Afro Colombians discuss the main problems they face during a working group session during the Cartagena training on the use of the Inter-American Human Rights System. February, 2004.
Originally uploaded by Pan-African News Wire File Photos
Those released include Luis Eladio Perez, a former Colombian senator
Four hostages held by the Colombian Farc rebel group for more than six years have been freed, the International Red Cross organisation says.
The four were handed over to a delegation of Red Cross and Venezuelan officials at a location in the Colombian jungle at about midday local time (1700 GMT), a spokeswoman said.
Two helicopters had earlier been sent from Venezeula to collect the captives, former Colombian lawmakers Gloria Polanco, Orlando Beltran, Luis Eladio Perez and Jorge Gechem.
Last month, the Farc also released two female hostages following a deal brokered by Hugo Chavez, the Venezuelan president.
Barbara Hintermann, the Red Cross director for Colombia, said the helicopters are now en route to the border town of Santo Domingo before heading to the Venezuelan capital, Caracas, for the hostages to be reunited with their families.
"It's a very important day for the Colombian people and for these four freed people," she told journalists in the Colombian city of Bogota.
Chavez also spoke with the hostages by phone following their release, Jesse Chacon, a senior aide to the Venezuelan president told AP.
"We want the relatives to know they are in our hands and safe and sound," Chacon said.
Red Cross spokesman Yves Heller said the two doctors on board the helicopters determined that the hostages were in good enough medical condition to travel, although more medical tests would be performed on them once they arrived in Venezuela.
The Revolutionary Armed Forces of Colombia (Farc) had offered on February 2 to hand over to the Venezuelan president three of the hostages.
Gechem was later added to the list on health grounds, as he is reportedly suffering from heart, back and ulcer problems.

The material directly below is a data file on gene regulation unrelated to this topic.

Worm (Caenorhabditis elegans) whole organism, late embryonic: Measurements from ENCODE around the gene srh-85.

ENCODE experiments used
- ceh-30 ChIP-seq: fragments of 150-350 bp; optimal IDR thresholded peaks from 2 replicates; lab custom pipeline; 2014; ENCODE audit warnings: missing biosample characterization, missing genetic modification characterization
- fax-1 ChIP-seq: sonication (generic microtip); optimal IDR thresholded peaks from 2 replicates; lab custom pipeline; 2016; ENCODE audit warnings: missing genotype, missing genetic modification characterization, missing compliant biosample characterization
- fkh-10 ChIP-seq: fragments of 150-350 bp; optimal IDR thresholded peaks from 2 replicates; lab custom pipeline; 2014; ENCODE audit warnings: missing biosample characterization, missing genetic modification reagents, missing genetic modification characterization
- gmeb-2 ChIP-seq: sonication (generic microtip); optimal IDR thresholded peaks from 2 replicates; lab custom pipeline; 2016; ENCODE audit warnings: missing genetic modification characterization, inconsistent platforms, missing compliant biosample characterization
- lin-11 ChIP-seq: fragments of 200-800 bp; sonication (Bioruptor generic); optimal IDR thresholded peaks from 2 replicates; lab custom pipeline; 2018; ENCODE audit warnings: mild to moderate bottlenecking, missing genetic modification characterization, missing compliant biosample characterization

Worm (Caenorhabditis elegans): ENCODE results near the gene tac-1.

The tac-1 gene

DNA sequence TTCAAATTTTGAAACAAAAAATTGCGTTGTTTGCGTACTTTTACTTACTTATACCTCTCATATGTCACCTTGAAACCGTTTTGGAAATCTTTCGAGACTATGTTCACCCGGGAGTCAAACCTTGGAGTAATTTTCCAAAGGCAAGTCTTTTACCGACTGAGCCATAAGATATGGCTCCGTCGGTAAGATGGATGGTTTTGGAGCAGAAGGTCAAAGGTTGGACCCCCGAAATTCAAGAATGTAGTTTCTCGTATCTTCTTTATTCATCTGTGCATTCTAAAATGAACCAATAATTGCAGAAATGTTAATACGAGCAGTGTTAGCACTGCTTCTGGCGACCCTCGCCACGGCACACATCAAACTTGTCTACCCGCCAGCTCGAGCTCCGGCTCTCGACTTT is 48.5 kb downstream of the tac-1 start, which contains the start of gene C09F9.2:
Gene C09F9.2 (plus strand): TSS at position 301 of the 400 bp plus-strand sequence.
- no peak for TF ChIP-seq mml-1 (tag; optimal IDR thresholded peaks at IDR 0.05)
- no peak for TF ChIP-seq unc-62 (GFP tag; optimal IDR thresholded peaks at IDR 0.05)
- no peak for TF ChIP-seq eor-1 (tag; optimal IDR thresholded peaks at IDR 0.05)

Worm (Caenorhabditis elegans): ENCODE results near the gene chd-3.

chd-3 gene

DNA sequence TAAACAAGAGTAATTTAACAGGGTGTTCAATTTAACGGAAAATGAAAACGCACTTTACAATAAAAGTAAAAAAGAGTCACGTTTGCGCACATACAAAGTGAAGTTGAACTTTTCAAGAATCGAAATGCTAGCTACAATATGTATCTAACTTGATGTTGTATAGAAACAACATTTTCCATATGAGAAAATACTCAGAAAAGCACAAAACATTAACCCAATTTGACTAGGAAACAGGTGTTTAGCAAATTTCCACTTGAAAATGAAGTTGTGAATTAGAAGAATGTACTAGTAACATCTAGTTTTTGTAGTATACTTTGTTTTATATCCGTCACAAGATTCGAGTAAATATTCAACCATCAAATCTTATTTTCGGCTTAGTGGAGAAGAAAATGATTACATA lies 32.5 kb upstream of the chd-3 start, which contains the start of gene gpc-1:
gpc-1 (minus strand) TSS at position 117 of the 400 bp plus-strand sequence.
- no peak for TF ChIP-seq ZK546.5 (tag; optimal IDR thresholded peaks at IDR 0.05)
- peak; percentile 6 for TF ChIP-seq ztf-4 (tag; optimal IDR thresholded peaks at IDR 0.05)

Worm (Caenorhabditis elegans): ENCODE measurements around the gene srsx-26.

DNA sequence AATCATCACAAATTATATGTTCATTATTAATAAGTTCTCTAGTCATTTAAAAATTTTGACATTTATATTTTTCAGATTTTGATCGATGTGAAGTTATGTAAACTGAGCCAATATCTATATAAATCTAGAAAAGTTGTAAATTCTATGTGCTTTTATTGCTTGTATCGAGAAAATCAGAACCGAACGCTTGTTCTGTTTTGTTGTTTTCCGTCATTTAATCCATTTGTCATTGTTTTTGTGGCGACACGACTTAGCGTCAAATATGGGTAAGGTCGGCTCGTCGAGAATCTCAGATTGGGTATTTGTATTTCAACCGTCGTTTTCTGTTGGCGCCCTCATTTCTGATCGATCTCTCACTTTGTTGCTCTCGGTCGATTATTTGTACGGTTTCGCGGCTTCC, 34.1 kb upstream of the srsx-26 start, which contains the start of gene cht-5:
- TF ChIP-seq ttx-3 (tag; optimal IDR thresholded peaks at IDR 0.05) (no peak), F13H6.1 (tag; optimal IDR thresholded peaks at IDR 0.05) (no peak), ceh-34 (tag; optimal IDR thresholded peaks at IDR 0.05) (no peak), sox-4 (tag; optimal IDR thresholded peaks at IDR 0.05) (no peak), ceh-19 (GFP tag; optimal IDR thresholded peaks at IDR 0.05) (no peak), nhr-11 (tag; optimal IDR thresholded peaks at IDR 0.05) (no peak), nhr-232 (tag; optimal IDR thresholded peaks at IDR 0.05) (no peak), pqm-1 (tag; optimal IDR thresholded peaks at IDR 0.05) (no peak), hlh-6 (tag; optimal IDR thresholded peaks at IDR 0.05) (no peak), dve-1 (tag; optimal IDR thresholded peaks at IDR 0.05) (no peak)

The former state senator was kidnapped six years ago after Farc fighters hijacked a commercial aircraft he was travelling on.
His fellow former hostage, Polanco, was kidnapped with two of her two sons, who were later released. Her husband, a prominent politician, was later killed by the Farc.
Her other son Daniel, who was 11-years-old when his mother was seized, told journalists in Caracas on Wednesday that the kidnapping "surely tears out one's insides''.
The hostages are part of a group of about 40 foreign captives whom the Farc want to swap in exchange for 500 of their fighters being held in Colombian prisons.
Two Colombian legislators, Consuelo Gonzalez and Clara Rojas, were released last month after an agreement brokered by Chavez.
Those still being held include three US Pentagon contractors and Ingrid Betancourt, the French-Colombian former politician.
Last week rallies were held in France and Colombia to protest against her continued detention.
Around 700 Colombian hostages, many of them civilians, are also reportedly being held by the group.
Al Jazeera's correspondent Lucia Newman said that the Farc had freed the hostages because, firstly, they wish to be seen as a legitimate fighting force.
Secondly, they want the Colombian government to demilitarise a large area of the country so that negotiations can be held over a prisoner exchange.
Alvaro Uribe, the Colombian president, has indicated a willingness to negotiate an exchange of prisoners but has ruled out demilitarisation of such a large and populated part of the country - suggesting a smaller, less inhabited zone instead.
Chavez has been involved in the hostage negotiations since last year, however an original deal to free the two women prisoners collapsed amid acrimony between Uribe and Chavez.
The Venezuelan president angered Colombia further when he said that Farc should not be labelled as a terrorist group but as a "belligerent force", with legitimate political aims.
The right wing’s agenda in Colombia
By Jesus “Chucho” Garcia